Miniature horses teach kids big lessons


From 4-H miniature horse showman Whrett Warner’s perspective, his horse Sally seems like a full-size breed.

Whrett is only 4 years old but was already leading Sally through a series 4-H competitions at the Northwest Montana Fair in Kalispell on Thursday morning. Sally, his blue roan miniature horse, at 17 years old, has had years of experience at similar competitions.

It’s an odd but adorable pairing, and Whrett and Sally were crowd favorites at this year’s competition. For the costume competition, Whrett was dressed as a farmer, with Sally as his cow, horns and all.

Although Whrett got distracted at times by the sights and sounds of the fair when it came to showing the horse he and Sally remained focused.

In the obstacle course competition, Whrett and other 4-H members lead their horses around a series of hazards meant to test their patience and the horses’ composure. Contestants lead their scaled-down steeds over a wooden beam (meant to simulate a bridge on the trail), over a tarp, and through a section with aluminum cans rattling in a bag placed on their back. Horses are also directed backward through a set of cones in a weaving motion.

Sally has a very calm demeanor and is happy to be stroked as other children run up to say hello. She’s a regular fixture at local petting zoos and show competitions, says Whrett’s mother Amie.

Amie Warner is the leader of the Grandview Supreme 4-H Club and has raised her three grown children to care for animals. For the Warners, it was natural that Whrett would follow in his siblings’ footsteps.

Raising and training horses and cattle on their ranch outside Whitefish teaches patience, dedication and a strong work ethic, according to Amie. And it’s never too early to learn, she said.

She said young Whrett gets up early to feed Sally and other horses, in addition to his daily cattle chores. She said that for the kids, getting a blue ribbon at the fair makes all the hard work pay off.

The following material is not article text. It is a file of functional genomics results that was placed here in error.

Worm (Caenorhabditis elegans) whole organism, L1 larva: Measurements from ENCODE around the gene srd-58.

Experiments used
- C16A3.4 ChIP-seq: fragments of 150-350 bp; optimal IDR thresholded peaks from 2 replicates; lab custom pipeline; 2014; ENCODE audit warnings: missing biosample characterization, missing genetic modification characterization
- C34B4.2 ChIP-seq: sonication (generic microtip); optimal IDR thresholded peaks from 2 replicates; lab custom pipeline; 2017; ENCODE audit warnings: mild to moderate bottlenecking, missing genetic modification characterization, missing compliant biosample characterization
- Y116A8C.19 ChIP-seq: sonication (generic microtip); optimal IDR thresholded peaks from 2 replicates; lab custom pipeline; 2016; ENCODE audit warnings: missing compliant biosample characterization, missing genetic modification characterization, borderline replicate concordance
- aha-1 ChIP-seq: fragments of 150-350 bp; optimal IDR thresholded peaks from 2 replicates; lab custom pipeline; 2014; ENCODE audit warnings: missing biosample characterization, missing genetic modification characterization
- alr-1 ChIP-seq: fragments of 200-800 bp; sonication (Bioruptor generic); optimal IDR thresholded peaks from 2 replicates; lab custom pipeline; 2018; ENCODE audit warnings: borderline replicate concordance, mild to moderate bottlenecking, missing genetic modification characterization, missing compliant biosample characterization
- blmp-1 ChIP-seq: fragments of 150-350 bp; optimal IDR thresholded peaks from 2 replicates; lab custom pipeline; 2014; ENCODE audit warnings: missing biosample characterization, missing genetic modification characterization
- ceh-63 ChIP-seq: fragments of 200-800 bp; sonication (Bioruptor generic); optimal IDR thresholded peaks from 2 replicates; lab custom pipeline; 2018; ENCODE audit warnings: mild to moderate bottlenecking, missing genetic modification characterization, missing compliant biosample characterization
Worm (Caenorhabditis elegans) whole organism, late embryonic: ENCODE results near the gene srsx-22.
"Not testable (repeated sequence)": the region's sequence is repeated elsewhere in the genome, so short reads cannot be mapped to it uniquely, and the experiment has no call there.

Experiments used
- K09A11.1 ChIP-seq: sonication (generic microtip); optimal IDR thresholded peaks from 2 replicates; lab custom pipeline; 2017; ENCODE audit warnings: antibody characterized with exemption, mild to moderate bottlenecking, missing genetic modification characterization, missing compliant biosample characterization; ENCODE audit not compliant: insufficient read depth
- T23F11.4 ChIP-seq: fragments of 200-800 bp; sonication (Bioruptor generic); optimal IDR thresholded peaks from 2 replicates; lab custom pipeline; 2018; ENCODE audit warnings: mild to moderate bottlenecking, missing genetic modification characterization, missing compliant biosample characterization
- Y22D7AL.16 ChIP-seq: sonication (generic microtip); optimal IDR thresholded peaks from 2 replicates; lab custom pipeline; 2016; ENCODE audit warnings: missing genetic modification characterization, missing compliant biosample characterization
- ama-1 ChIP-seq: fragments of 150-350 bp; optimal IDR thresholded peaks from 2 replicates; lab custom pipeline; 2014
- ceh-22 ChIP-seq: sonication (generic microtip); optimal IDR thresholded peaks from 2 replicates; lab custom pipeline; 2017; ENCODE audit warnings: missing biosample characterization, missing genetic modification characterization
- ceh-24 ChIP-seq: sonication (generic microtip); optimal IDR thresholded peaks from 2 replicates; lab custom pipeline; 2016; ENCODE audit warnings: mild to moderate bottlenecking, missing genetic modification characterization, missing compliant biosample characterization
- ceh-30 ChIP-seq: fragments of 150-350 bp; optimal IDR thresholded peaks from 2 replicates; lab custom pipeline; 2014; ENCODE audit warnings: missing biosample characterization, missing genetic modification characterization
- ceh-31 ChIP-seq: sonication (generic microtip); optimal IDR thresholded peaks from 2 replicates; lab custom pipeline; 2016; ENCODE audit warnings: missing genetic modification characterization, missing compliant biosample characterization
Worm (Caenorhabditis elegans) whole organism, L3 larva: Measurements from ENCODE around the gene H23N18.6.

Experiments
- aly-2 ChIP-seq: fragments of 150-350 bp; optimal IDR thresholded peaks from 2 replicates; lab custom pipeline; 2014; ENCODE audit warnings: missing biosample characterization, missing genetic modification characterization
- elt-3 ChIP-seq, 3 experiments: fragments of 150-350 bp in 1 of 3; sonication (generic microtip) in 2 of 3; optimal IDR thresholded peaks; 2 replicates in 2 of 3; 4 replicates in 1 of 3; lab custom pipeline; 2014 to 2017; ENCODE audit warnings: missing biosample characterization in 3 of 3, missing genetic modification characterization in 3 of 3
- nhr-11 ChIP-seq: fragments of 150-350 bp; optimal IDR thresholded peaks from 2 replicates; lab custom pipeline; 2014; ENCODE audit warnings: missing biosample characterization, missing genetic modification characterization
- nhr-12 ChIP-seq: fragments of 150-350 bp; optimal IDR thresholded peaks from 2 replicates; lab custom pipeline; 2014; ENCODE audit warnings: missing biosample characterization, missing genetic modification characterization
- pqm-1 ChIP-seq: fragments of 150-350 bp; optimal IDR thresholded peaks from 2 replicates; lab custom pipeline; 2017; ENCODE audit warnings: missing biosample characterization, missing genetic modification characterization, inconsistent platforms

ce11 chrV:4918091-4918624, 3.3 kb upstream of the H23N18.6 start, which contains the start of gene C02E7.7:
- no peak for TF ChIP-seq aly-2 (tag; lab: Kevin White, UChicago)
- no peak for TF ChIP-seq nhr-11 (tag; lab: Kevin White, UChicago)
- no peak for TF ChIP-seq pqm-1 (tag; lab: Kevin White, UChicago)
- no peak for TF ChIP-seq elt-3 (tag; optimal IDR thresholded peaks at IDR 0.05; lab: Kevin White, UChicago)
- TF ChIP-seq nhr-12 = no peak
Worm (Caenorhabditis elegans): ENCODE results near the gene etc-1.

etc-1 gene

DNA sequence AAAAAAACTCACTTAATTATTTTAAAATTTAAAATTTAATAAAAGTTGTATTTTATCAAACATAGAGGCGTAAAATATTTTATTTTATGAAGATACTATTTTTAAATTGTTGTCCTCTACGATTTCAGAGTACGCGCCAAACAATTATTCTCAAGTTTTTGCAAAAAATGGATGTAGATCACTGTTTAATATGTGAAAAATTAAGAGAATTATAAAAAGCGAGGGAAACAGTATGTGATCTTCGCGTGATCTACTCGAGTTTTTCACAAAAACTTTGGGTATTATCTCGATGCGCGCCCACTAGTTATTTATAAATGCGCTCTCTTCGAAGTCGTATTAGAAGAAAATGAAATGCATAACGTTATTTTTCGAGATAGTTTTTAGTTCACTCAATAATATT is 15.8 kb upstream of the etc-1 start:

“They get out of their animals what they put into the animal,” she said. “It’s like a dance, it takes two to do it.”

The fair is an annual fixture for the Warners, who have camped out as a family at the fairground for a week at a time each of the last 12 years. This year, the family will likely once again be taking home top prizes in multiple categories.

For Lilly Joern, who is 17, this year’s fair will be among her last as a 4-H competitor before she ages out.

Lilly’s been competing in various 4-H project contests for 10 years and has been showcasing her miniature horse Barney for four.

Lilly and Barney secured the blue ribbon in the obstacle course competition. Lilly said he could have done better in the side-stepping portion had he not gotten distracted by his larger cousins.

“He’s obsessed with the racehorses,” she said, gesturing to the nearby stables.

She trains Barney several times per week in skills such as jumping and ground driving, a precursor to the horse pulling a cart. She’s currently training him to bow his head and eventually wants to teach him to sit on command like a canine companion.

“He’s very treat-motivated,” she said.

After high school, Lilly plans on attending Flathead Valley Community College and is considering a career in equine therapy.

“It would be rewarding to work with horses and help people,” she said.

Lilly said her bedroom is already filled with ribbons from many 4-H competitions over the years, and that involvement in the club has taught her important skills such as recording keeping (contestants must document their expenses and submit them for review) and public speaking.

Now, Lilly mentors younger 4-H members, and says she finds their engagement when she speaks fulfilling.

“I think it’s more interesting for the kids to be taught by someone my age,” she said. “I remember looking up to the older kids at their age and now I’m that person.”

Reporter Adrian Knowler can be reached at 758-4407 or [email protected].










Share post:



More like this